When Can Superiors Act Superior?

justice beneficence superiors inferiors equals jural authority non-jural authority

Jon Murphy for AdamSmithWorks

Smith sees the need for such a dual-world given there are times when beneficence may need to be forced to “promot[e] the prosperity of the commonwealth, establish good discipline, and…discourage[e] every sort of vice and impropriety” (pg. 81).  Things like requiring parents to care for their children, children to care for elderly parents, or building party walls to avoid spreading fire (TMS 81, WN 324) should be compelled through force. 
For centuries after his death, Adam Smith scholars wrestled with the “Adam Smith Problem.”  Smith seemed to deal in contradictory frameworks of human interaction: the socially sympathetic world of The Theory of Moral Sentiments and the self-interested world of The Wealth of Nations.  

            The same sort of “dual worlds” thinking also appears in Smith’s discussion of the major virtues of justice and beneficence (Part 2, Section 2, Chapter 1).  Smith opens the section with a discussion on how beneficence cannot be forced: 

“Beneficence is always free, it cannot be extorted by force, the mere want of it exposes to no punishment” (pg. 78).  The man who does not give beneficence where beneficence is due is “guilty of the blackest ingratitude,” but to punish him and force him to do what he ought to do “would be still more improper than his neglecting [to be beneficent].”  

            But, later on in the same paragraph, Smith adds a caveat that indicates his thinking is not so monolithic.  If a person did not give beneficence and gratitude where it is due, then “[h]is benefactor would dishonour himself if he attempted by violence to constrain him to gratitude, and it would be impertinent for any third person, who was not the superior of either, to intermeddle” (pg. 79, emphasis added).  There is a hint at another class of individual who could intermeddle without dishonor - some sort of superior.

            A few paragraphs later, Smith makes the distinction between equals and superiors abundantly clear.  First, he reiterates the point: “Even the most ordinary degree of beneficence, however, cannot, among equals, be extorted by force” (pg. 80, emphasis added).  But then he addresses the caveat he mentioned on page 79: “A superior may…oblige those under his jurisdiction to behave…with a certain degree of propriety to one another” (pg. 80).  Thus, the stage is set for a distinction between two types of relationships.  Jonathon Diesel in The Adam Smith Review calls these two relationships the “Equal-Equal” relationship and the “Superior-inferior” relationship.  

            In the Equal-Equal relationship, all parties come together as jural equals.  That is, neither one possesses any sort of legal authority over the other.  There may be other degrees of superiority involved (e.g., a teacher to a student, a parent to a child, an expert to a nonexpert), but in those relationships, beneficence and “giving what’s due” cannot be extorted by the other person through force.  

            In the Superior-inferior relationship, one party is a jural superior over another.  That is, one party does posses legal authority over another person.  This is the relationship of a subject to the state: a judge, magistrate, legislator, king, etc.  Unlike the Equal-Equal relationship, the jural Superior may enforce beneficence by the inferior through the threat of force.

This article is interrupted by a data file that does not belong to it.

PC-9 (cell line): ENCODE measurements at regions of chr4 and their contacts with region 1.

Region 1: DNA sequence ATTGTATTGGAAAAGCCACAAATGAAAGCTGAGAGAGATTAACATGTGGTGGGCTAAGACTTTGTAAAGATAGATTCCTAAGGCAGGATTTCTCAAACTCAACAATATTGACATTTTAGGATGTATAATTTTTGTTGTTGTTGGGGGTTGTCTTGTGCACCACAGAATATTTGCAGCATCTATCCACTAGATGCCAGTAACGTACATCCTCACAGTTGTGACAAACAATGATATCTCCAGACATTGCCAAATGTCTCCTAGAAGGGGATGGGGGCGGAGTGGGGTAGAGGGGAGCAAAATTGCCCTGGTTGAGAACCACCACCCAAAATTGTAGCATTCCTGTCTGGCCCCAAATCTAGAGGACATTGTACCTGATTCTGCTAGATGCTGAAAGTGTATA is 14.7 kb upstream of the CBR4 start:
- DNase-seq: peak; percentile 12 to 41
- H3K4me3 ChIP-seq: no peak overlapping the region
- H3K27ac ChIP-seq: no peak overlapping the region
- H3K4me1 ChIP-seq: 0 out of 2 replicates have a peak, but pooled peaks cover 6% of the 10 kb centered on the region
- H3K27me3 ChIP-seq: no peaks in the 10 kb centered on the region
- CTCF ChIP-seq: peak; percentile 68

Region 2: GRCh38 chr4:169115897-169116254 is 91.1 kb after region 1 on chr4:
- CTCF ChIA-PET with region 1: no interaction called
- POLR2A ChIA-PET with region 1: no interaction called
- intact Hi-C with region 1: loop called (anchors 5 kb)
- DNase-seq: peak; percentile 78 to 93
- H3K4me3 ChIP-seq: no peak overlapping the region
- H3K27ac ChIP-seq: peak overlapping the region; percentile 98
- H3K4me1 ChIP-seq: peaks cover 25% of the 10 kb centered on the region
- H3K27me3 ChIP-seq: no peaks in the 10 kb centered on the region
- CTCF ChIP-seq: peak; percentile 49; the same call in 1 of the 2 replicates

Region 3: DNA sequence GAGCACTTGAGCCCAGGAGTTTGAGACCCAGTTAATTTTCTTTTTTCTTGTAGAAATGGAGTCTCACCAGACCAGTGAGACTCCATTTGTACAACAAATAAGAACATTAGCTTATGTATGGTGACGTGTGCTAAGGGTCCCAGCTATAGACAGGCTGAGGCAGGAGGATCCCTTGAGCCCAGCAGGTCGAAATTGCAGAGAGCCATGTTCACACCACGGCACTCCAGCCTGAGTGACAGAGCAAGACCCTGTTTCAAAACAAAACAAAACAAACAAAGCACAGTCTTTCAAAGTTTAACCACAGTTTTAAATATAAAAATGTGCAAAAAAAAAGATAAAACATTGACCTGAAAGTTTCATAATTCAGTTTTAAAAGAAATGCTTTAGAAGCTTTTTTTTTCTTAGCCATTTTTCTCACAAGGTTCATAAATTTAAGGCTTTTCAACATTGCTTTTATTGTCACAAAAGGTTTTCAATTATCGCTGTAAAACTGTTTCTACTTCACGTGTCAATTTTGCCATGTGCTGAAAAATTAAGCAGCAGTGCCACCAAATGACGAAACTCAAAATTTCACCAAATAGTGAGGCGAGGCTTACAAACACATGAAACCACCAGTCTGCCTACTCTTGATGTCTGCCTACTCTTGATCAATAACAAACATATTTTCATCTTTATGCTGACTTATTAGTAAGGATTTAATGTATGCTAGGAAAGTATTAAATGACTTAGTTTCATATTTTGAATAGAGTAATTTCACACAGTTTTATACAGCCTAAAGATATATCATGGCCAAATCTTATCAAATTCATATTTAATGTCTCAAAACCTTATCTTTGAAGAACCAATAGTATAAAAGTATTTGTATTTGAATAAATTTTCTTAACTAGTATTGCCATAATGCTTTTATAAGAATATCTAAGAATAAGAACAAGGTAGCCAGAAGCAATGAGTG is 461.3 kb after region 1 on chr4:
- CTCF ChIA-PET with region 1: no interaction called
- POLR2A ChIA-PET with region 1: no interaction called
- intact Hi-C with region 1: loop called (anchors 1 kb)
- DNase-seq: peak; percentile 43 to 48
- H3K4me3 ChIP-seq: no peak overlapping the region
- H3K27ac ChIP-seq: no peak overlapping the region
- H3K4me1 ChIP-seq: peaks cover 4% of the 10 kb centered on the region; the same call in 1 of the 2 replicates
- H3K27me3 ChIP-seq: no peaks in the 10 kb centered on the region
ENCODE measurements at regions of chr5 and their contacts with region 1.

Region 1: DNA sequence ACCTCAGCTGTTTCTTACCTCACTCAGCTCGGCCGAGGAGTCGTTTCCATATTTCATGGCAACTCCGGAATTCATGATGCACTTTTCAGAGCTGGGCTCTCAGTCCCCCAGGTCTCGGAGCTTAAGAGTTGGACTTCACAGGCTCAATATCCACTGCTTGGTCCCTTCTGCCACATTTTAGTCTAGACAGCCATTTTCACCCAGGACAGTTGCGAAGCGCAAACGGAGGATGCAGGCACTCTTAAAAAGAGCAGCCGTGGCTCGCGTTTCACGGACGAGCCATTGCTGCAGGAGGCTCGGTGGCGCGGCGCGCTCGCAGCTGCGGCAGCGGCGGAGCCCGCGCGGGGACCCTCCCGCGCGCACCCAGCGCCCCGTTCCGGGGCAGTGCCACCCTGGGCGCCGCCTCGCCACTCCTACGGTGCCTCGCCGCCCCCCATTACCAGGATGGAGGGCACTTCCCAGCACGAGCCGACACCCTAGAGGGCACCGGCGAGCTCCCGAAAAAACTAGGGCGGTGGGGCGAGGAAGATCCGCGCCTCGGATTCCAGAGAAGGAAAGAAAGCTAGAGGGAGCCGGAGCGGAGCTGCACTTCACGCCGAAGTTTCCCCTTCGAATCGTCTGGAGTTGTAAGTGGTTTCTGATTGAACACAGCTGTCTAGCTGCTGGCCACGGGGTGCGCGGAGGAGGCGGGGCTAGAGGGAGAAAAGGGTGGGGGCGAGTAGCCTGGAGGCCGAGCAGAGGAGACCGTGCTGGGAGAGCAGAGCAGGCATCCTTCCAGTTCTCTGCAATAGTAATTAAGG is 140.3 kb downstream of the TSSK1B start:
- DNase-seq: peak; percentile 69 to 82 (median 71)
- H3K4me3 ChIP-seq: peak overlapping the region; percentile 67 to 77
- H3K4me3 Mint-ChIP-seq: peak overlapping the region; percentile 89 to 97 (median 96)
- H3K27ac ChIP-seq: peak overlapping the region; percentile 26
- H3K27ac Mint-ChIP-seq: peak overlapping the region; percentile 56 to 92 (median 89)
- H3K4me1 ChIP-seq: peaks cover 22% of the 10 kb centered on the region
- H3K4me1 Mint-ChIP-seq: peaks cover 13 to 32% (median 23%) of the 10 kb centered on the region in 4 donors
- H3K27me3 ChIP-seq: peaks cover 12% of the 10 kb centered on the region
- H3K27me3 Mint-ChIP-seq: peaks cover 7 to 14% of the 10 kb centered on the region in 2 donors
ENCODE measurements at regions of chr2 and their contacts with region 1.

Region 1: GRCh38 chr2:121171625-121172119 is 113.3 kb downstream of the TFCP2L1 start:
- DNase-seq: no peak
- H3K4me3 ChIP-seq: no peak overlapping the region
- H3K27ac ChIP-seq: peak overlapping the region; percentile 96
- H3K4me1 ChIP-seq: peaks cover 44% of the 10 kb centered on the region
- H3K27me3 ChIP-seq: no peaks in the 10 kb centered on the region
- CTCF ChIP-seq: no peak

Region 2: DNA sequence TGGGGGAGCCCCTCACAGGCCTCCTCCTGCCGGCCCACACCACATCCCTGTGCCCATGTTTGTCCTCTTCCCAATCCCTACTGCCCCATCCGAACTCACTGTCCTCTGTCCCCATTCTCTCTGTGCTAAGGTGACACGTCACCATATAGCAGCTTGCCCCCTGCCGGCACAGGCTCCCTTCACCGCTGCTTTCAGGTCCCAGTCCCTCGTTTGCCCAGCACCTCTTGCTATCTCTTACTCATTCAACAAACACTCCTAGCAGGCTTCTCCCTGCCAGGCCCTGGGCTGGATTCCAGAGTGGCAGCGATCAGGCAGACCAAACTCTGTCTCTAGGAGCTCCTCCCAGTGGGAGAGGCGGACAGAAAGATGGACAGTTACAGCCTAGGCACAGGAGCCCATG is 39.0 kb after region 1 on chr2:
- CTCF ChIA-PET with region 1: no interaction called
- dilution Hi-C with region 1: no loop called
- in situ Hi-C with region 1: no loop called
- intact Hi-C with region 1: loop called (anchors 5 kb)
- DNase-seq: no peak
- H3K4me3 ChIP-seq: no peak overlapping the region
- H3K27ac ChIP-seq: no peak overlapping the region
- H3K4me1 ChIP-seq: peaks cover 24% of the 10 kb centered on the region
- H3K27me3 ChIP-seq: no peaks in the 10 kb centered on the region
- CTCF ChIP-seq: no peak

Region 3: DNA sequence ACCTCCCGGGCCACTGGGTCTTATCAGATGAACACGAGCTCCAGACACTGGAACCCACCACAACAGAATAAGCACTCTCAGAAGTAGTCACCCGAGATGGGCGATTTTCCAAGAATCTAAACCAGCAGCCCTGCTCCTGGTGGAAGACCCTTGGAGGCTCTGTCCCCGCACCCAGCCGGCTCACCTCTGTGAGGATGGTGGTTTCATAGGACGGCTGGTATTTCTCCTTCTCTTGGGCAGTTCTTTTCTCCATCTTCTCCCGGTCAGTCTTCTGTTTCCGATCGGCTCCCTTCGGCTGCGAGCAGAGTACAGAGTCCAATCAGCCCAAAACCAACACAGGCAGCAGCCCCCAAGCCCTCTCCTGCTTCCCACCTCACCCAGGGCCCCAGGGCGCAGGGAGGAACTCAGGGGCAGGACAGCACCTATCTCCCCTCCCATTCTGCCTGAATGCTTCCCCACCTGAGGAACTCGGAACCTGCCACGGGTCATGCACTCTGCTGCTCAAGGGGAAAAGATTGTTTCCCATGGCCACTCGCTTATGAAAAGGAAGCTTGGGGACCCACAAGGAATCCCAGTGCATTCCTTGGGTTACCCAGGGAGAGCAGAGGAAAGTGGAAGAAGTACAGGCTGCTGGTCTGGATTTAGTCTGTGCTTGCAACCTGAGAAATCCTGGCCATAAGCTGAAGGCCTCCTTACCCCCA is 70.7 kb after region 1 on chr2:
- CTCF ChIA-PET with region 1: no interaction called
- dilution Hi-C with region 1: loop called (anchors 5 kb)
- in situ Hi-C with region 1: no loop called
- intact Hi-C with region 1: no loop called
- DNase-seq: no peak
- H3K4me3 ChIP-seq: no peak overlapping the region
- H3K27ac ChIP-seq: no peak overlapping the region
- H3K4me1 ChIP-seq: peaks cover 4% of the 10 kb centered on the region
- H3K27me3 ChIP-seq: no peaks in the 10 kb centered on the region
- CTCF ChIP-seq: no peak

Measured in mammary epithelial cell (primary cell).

Why does Smith need to make this distinction?  The two-worlds distinction between impersonal exchange and personal exchange makes sense.  Smith argued that humans simply do not have the capacity for universal beneficence; outside of caring for our loved ones, we simply cannot be effectively beneficent.  Thus, our moral duties include beneficence to our loved ones but mere justice to others outside our personal world.  We owe love and beneficence to those closest to us.  To those furthest from us, we owe merely to do what we promise and not harm them or their possessions.  

            Smith sees the need for such a dual-world given there are times when beneficence may need to be forced to “promot[e] the prosperity of the commonwealth, establish good discipline, and…discourage[e] every sort of vice and impropriety” (pg. 81).  Things like requiring parents to care for their children, children to care for elderly parents, or building party walls to avoid spreading fire (TMS 81, WN 324) should be compelled through force.  The Equal-Equal relationship cannot accomplish this, and the commonwealth would suffer for it.  The Superior-inferior relationship developed to handle these issues.  However, the Superior-inferior relationship is very limited; very few of our relationships occupy the Superior-inferior framework.  It is only those dealing with the state.  And even then, the relationship must be circumscribed.  While important, to push the Superior-inferior relationship too far “is destructive of all liberty, security, and justice” (pg. 81).

            Just as the overall analysis of Adam Smith deals with the dual worlds of impersonal and personal exchange, the analysis of virtue deals with the dual worlds of jural authority and non-jural authority.  What may be appropriate in one context is inappropriate in another.  

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